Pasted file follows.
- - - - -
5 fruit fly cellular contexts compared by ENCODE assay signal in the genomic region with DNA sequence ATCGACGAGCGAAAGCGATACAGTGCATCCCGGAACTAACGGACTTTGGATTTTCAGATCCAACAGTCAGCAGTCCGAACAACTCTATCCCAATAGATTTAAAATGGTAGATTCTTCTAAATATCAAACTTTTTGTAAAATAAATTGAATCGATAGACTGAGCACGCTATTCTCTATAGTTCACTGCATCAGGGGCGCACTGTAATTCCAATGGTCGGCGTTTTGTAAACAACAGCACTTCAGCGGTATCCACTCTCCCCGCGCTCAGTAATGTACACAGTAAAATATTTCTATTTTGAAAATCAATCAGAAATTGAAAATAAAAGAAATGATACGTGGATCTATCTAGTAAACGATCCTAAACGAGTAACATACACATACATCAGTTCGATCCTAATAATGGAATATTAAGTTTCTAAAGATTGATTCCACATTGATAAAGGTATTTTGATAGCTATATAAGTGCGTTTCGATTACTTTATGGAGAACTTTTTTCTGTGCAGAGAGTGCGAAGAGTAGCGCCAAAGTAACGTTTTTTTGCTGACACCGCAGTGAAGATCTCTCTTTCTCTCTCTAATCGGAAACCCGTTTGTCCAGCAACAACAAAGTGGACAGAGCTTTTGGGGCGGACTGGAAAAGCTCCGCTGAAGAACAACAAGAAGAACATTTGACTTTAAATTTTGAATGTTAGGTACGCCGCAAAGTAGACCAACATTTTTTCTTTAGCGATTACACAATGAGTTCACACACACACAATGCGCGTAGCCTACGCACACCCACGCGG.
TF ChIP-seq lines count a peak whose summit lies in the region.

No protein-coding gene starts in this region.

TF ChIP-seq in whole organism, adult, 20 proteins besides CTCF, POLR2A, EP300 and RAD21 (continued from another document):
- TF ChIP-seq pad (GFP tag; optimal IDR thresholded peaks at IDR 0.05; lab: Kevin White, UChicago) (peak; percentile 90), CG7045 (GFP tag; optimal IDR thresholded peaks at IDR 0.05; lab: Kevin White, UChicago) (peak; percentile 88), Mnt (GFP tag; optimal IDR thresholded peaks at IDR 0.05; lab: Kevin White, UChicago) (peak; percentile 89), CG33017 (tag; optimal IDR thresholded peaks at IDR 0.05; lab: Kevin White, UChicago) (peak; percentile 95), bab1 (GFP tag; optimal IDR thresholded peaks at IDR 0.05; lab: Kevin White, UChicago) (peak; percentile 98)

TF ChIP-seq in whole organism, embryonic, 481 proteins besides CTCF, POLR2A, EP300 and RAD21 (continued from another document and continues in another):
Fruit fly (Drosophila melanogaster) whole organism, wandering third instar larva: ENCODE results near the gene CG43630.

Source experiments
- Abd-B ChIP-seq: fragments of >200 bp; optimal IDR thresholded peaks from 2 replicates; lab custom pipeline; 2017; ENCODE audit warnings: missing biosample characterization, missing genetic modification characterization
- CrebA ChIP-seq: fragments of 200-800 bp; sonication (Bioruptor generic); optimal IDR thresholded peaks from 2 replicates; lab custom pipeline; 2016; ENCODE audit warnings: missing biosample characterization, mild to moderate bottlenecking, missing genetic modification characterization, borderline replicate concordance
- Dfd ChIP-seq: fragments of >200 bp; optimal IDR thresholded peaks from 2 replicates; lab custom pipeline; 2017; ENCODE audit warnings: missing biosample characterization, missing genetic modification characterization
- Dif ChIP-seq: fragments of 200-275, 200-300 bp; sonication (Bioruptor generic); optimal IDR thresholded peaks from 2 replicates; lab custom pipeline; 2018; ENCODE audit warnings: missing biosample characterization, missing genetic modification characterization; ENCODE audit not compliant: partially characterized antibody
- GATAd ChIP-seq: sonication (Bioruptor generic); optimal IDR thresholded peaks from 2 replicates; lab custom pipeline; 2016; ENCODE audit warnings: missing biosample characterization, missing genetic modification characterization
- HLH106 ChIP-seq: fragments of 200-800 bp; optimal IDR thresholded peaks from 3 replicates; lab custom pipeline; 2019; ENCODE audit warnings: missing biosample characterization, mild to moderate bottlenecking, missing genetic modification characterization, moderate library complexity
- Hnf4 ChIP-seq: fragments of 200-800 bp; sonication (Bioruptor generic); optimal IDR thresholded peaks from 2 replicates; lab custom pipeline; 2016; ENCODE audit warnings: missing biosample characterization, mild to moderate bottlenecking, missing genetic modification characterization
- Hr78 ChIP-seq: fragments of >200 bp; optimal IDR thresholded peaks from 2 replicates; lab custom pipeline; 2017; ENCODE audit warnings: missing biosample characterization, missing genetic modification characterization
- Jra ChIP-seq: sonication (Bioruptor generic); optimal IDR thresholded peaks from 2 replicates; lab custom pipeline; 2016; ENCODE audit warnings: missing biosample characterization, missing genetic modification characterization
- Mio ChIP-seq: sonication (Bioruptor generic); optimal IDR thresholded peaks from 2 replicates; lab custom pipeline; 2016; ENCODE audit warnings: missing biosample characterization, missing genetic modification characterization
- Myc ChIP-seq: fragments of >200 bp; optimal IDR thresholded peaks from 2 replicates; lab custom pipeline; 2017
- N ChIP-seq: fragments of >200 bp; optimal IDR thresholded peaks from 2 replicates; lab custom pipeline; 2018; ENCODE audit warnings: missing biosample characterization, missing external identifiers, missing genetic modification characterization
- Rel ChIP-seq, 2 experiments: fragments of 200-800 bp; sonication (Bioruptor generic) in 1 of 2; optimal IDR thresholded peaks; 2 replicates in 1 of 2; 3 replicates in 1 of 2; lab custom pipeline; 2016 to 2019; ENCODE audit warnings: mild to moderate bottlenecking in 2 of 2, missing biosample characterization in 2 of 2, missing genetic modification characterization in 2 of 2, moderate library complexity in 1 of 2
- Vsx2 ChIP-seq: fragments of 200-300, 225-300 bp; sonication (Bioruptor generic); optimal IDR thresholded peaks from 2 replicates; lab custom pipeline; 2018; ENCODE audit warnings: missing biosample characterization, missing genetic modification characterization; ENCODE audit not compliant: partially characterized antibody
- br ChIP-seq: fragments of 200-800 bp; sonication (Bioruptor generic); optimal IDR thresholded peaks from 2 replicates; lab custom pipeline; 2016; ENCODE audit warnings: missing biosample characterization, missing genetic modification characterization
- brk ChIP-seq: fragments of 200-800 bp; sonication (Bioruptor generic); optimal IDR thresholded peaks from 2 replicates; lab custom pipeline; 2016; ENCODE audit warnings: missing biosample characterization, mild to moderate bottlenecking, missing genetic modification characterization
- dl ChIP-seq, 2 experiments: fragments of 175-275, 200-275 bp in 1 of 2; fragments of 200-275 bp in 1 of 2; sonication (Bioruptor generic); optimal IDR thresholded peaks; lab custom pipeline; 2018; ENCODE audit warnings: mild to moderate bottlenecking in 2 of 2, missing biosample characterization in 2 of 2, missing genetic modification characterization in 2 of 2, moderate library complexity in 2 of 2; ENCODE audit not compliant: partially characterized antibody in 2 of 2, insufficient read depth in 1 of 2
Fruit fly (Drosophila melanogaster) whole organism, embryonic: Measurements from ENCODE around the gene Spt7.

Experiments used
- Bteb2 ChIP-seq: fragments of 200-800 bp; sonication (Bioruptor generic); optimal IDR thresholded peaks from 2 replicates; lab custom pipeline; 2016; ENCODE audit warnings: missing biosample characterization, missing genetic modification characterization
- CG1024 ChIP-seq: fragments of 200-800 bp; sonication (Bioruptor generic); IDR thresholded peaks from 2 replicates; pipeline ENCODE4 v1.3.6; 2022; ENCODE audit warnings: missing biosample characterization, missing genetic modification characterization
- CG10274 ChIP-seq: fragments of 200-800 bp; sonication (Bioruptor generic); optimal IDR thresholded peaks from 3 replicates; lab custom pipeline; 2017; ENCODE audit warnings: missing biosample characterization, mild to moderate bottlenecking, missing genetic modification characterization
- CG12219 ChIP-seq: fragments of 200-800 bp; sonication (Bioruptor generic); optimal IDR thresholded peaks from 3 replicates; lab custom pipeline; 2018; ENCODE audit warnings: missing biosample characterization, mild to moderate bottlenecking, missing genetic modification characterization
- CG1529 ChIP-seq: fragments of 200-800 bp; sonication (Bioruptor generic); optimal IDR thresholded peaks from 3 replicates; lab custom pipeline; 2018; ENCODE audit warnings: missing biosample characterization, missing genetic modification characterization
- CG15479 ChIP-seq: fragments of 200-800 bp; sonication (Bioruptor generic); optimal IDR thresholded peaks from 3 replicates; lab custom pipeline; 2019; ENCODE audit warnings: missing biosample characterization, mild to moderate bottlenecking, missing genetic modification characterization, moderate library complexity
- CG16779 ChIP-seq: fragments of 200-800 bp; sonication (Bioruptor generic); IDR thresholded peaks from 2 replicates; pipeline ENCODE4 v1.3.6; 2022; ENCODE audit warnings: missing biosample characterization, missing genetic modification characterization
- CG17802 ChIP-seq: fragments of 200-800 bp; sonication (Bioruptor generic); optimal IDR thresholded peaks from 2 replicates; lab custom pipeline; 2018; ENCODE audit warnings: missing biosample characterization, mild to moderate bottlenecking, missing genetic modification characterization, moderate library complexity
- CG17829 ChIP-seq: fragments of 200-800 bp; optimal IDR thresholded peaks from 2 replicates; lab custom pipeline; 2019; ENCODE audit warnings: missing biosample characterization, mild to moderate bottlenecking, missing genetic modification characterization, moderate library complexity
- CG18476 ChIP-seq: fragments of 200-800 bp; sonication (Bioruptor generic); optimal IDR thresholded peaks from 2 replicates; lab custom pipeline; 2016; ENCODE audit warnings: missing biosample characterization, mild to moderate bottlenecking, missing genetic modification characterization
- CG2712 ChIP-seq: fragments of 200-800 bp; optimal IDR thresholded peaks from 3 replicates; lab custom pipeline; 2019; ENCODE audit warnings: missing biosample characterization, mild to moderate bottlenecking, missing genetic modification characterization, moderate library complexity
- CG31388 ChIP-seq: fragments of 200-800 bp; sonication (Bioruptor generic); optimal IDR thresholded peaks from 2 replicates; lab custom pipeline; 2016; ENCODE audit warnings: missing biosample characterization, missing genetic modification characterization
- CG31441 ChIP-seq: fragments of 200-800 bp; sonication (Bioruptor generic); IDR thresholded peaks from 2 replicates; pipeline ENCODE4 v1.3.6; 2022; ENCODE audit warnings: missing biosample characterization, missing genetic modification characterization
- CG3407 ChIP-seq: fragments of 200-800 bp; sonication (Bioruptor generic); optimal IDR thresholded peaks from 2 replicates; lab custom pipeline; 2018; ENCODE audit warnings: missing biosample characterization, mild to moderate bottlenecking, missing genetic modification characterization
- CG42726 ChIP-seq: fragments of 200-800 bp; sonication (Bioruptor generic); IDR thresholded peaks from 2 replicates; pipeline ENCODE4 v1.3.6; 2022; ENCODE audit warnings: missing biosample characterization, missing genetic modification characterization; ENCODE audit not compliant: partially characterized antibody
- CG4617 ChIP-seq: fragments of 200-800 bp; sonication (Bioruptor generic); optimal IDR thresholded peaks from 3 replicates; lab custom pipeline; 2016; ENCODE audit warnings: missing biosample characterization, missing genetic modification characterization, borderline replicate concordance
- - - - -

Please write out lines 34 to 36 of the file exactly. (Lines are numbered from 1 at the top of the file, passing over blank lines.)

- CG16779 ChIP-seq: fragments of 200-800 bp; sonication (Bioruptor generic); IDR thresholded peaks from 2 replicates; pipeline ENCODE4 v1.3.6; 2022; ENCODE audit warnings: missing biosample characterization, missing genetic modification characterization
- CG17802 ChIP-seq: fragments of 200-800 bp; sonication (Bioruptor generic); optimal IDR thresholded peaks from 2 replicates; lab custom pipeline; 2018; ENCODE audit warnings: missing biosample characterization, mild to moderate bottlenecking, missing genetic modification characterization, moderate library complexity
- CG17829 ChIP-seq: fragments of 200-800 bp; optimal IDR thresholded peaks from 2 replicates; lab custom pipeline; 2019; ENCODE audit warnings: missing biosample characterization, mild to moderate bottlenecking, missing genetic modification characterization, moderate library complexity